# Homework Help: Energy and Circular Motion Problem

1. Dec 1, 2008

### sinequanon

1. The problem statement, all variables and given/known data

This is a simple, yet rather convoluted problem, so please, bear with me.

An 80 Kg man on a sled is being chased by a lion down a 60 meter slope (μk = .13) with an incline of 30°. At the end of the slope, there is a 100 meter cliff. Also, there is a 20-meter-long rope at the end of the slope, which is tied to an overhanging tree branch. The rope is angled at 50° below the horizontal. The man grabs the rope and swings away to escape the lion. Let the point at the end of the slope = Point A, and let the point at which the rope is perpendicular to the ground = Point B.

Find:
1. The man's Potential Energy.
2. The Work of Friction.
3. The Velocity at Point A.
4. The Kinetic Energy at Point A.
5. The Potential Energy from Point A to Point B.
6. The total Kinetic Energy at Point B.
7. The Velocity at Point B.
8. The Tension in the Rope at Point B.
9. The angle of the rope when it reaches its highest point.

10. Assume that the lion is located at Point A when the man grabs the rope. Where does the lion land after falling off the cliff?

*Use 10 m/s² for gravity.

2. Relevant equations

Too many to name, but I'll try.

PE = mgy
W = μk*n*d
KE = (1/2)m(v²)
F(centripetal) = (mv²)/r
Tension = F(centripetal) + ω

And other basic equations. I'm just having a difficult time factoring each of them in.

3. The attempt at a solution

Well, firstly, finding the initial PE is fairly simple: PE = (80 Kg)(10 m/s²)(60sin30°) = 24000 J (#1).

Then, I assume I would use the equation W(Friction) = μk*n*d, so W(Friction) = (.13)(800cos30°)(60m) = 692.82 J (#2).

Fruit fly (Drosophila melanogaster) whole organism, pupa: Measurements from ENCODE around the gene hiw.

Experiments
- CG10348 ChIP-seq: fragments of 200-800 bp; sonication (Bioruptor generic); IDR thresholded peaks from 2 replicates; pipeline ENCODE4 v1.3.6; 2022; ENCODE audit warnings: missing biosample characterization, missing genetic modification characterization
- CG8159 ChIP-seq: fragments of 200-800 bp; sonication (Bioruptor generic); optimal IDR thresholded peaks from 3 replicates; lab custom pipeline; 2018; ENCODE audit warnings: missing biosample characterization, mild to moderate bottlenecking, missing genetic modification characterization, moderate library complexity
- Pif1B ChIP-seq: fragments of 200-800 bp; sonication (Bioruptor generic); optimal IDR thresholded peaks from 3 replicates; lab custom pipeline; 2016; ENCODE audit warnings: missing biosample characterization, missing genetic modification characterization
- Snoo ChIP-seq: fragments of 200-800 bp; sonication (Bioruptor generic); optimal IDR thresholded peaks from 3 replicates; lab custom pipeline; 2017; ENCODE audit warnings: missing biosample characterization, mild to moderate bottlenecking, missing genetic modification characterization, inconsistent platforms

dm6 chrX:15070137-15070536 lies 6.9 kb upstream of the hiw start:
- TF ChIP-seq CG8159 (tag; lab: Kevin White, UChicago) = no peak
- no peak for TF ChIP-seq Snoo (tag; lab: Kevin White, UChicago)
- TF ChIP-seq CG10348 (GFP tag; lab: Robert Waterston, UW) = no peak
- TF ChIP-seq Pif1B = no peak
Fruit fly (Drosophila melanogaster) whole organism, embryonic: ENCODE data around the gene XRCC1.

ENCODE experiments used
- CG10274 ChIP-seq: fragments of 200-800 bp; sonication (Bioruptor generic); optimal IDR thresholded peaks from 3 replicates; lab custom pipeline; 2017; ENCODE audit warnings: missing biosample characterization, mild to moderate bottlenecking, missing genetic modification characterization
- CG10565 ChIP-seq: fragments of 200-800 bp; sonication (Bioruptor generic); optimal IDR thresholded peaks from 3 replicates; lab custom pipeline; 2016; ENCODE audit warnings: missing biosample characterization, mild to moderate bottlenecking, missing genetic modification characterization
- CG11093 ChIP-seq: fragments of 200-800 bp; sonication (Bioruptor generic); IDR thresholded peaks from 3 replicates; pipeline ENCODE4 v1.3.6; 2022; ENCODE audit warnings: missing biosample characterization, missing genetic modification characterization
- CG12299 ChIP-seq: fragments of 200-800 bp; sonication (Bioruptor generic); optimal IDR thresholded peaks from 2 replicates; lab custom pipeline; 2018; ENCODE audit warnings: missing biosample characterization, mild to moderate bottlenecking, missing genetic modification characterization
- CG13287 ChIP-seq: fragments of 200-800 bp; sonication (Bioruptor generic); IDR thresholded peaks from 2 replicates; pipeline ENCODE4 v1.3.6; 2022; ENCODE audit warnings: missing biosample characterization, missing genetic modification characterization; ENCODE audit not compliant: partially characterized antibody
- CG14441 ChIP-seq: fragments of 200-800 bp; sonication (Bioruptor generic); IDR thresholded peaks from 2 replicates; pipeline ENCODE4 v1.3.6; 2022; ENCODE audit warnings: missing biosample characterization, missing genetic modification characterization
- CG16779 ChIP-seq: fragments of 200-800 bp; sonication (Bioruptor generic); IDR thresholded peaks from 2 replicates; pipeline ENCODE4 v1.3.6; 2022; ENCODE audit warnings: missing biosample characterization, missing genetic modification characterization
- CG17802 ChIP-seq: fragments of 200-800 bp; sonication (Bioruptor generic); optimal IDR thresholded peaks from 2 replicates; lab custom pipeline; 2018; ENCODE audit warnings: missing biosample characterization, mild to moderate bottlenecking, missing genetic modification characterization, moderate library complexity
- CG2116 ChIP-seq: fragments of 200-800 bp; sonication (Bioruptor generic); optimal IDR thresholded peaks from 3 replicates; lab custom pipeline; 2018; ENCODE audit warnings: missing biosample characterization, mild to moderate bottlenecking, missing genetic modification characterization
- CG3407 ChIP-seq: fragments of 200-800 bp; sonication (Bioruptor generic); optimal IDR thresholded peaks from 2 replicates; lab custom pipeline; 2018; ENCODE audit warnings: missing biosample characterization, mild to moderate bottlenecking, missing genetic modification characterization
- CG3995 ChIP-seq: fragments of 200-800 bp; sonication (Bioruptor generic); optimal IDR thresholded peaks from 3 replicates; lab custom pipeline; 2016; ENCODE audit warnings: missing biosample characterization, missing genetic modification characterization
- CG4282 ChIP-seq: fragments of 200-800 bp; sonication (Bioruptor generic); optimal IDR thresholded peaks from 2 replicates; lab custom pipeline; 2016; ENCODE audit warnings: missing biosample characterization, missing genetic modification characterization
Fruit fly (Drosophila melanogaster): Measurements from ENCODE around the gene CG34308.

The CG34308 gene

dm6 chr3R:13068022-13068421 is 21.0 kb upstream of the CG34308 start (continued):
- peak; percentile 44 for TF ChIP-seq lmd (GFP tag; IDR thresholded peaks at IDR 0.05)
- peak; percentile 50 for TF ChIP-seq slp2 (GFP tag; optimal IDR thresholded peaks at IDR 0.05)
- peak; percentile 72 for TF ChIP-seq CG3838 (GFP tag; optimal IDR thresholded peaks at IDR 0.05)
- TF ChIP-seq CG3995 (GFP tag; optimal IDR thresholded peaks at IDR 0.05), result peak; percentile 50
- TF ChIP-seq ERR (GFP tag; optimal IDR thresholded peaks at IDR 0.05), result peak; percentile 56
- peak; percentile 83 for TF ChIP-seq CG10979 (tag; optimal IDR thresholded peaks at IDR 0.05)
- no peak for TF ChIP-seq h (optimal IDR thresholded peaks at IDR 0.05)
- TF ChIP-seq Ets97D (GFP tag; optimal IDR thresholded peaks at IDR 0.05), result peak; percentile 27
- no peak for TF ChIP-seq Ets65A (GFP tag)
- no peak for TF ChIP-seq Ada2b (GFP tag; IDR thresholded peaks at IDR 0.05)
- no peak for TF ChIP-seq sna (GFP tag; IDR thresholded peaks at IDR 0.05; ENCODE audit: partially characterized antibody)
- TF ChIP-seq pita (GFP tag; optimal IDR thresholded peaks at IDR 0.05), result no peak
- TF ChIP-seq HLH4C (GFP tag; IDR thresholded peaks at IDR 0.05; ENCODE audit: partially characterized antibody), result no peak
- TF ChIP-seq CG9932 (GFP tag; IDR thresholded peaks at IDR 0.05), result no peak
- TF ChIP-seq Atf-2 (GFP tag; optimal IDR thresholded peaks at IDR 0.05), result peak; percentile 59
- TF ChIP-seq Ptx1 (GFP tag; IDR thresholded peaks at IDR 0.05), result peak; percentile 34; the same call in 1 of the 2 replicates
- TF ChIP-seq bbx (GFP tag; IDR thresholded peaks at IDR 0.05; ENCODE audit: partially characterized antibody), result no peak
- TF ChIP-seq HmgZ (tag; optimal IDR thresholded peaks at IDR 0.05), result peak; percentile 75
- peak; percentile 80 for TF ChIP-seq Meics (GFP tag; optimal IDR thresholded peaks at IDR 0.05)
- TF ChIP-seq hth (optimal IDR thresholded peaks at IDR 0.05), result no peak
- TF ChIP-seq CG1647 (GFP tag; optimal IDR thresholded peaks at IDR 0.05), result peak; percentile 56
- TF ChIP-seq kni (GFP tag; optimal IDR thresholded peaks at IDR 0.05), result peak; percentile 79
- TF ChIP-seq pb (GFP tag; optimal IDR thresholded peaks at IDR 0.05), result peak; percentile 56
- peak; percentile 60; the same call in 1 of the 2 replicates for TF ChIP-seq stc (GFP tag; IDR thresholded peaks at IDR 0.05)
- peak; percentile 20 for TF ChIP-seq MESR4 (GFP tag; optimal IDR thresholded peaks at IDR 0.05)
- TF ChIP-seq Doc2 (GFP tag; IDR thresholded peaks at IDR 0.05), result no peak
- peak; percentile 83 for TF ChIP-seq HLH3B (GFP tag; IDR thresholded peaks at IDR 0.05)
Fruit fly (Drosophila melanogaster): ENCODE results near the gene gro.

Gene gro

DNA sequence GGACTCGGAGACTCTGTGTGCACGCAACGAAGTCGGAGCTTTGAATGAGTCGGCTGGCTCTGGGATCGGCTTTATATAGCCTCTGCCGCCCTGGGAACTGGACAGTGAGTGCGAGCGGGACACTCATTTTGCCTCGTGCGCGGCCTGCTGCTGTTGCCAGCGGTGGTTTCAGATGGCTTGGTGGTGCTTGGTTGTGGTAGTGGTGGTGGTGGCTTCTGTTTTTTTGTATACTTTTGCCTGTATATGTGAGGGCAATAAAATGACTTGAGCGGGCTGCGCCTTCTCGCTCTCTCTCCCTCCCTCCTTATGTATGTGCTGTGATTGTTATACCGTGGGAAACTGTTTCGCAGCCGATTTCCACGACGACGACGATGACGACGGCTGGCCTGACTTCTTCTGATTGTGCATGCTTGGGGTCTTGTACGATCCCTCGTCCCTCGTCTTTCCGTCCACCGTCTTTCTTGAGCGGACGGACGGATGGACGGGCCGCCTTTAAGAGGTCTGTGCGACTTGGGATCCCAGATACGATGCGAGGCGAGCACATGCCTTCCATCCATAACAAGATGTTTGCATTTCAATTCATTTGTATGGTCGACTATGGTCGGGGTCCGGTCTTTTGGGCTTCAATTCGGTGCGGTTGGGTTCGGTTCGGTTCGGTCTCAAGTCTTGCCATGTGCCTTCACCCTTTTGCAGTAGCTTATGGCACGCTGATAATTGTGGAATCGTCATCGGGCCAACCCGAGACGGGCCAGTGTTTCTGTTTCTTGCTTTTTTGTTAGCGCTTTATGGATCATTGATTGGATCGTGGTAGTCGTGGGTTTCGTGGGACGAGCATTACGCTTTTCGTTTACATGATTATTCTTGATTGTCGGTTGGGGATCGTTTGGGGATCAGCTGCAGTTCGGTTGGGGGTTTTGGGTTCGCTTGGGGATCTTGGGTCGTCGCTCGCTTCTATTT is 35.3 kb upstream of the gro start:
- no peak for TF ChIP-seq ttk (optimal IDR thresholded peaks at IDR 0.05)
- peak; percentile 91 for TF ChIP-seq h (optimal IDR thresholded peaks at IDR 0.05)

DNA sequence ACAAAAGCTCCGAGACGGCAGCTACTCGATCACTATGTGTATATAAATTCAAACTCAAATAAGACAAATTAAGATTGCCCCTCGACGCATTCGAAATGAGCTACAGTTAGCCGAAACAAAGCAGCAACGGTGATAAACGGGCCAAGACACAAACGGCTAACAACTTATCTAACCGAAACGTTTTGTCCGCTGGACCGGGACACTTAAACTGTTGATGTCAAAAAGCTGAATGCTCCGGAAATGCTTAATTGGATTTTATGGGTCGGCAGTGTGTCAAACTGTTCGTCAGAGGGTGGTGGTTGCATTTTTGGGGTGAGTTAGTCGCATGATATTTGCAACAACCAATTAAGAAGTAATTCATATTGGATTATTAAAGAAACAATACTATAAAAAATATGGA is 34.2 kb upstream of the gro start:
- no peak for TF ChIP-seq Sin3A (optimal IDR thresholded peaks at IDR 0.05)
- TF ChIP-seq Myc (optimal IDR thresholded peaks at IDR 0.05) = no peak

I would then procede to take the difference between the two, so PE - W(Friction) = 24000 - 692.82 = 23307.18 J, which would be the Kinetic Energy at Point B (#4).

By then making that equal to the equation for KE, I would would use 23307.18 = (1/2)(80)(v²), and solving for v, which would equal 24.14 m/s (#3).

Now, the fifth part is worded ambiguously to me. So, from here, I'm pretty much lost. Knowing my teacher, I doubt he is asking for a representation of the PE for all points between A and B. I suspect it is merely supposed to mean what the PE is at Point A. However, if that is true, I am unsure as to how to go about factoring the initial velocity into the equation (Our curriculum is all over the map, and I can't seem to find it in my textbook). I also have an inkling that I made a mistake in the first part of the equation, so I would appreciate a double-check.

Please, if you could, help me. Thank you

Last edited: Dec 1, 2008
2. Dec 1, 2008

### LowlyPion

Welcome to PF.

I'd say that part 5 is wanting to know what potential energy is at the 50° angle that the rope is at relative to where it will be of interest at Point B in the later parts.

To determine the answers for 6 and so forth you would take the initial Kinetic and add the additional potential energy that he would have gained by the time he reaches Point B.

KEb = PE + KEa

3. Dec 1, 2008

### sinequanon

Thanks for the reply, the insight, and the welcome.

So, if I'm understanding what you're saying, then #5 is simply asking me to find the Potential Energy that exists at Point A, without taking into account the remaining Potential Energy (albeit in a different direction) that will exist beyond Point B. If that is so, then PE = (80)(10)(20 - 20cos40°) = 3743.29 J.

And here I was mulling over that same conservation of energy equation, but couldn't figure out what to substitute for PEFinal. Well, that clarifies things a bit.

So, adding the Kinetic Energy of A to the newly found Potential Energy, I find KEB = 24000 + 3743.29 = 27743.29 J (#6).

Then, I would be able to take that Kinetic Energy and set it equal to (1/2)mv², so 27743.29 = (1/2)(80)v², so v at Point B would equal 26.34 m/s (#7).

So, for the tension, I would utilize T = Fc + w. T = ([80*26.34]/20) + 800 = 905.36 N (#8).

Now, I've caught a slight snag. To find the highest location of the rope, I thought I could use angular velocity/centripetal acceleration, but each time I run through it, the answers are either illogically large or small. I'm fairly sure there's an easier way to do it, so could someone get me back on track?

The final number 10 is easy, but there's too many equations to type here, so I'll just disregard it.

However, I still can't shake the feeling that something is still wrong with my calculations. Could someone perhaps check my work?